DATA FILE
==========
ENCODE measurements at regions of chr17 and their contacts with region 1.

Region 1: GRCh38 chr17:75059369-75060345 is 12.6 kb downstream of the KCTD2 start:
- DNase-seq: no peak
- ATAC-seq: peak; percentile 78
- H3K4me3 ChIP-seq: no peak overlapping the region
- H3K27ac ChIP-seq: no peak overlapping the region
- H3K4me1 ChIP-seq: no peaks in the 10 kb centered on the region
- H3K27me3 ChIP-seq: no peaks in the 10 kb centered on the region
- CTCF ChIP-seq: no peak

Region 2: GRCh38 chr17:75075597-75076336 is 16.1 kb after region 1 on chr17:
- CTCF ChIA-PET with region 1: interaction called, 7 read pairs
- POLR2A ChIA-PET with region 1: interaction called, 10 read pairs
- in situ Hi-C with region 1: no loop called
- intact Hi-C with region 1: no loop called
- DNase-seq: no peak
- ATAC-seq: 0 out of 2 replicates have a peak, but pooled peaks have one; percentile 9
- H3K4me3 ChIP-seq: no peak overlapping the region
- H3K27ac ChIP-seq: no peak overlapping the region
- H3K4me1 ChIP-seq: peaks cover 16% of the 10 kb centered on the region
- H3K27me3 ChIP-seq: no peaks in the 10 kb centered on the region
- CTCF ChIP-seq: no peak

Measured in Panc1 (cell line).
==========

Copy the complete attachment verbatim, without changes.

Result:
ENCODE measurements at regions of chr17 and their contacts with region 1.

Region 1: GRCh38 chr17:75059369-75060345 is 12.6 kb downstream of the KCTD2 start:
- DNase-seq: no peak
- ATAC-seq: peak; percentile 78
- H3K4me3 ChIP-seq: no peak overlapping the region
- H3K27ac ChIP-seq: no peak overlapping the region
- H3K4me1 ChIP-seq: no peaks in the 10 kb centered on the region
- H3K27me3 ChIP-seq: no peaks in the 10 kb centered on the region
- CTCF ChIP-seq: no peak

Region 2: GRCh38 chr17:75075597-75076336 is 16.1 kb after region 1 on chr17:
- CTCF ChIA-PET with region 1: interaction called, 7 read pairs
- POLR2A ChIA-PET with region 1: interaction called, 10 read pairs
- in situ Hi-C with region 1: no loop called
- intact Hi-C with region 1: no loop called
- DNase-seq: no peak
- ATAC-seq: 0 out of 2 replicates have a peak, but pooled peaks have one; percentile 9
- H3K4me3 ChIP-seq: no peak overlapping the region
- H3K27ac ChIP-seq: no peak overlapping the region
- H3K4me1 ChIP-seq: peaks cover 16% of the 10 kb centered on the region
- H3K27me3 ChIP-seq: no peaks in the 10 kb centered on the region
- CTCF ChIP-seq: no peak

Measured in Panc1 (cell line).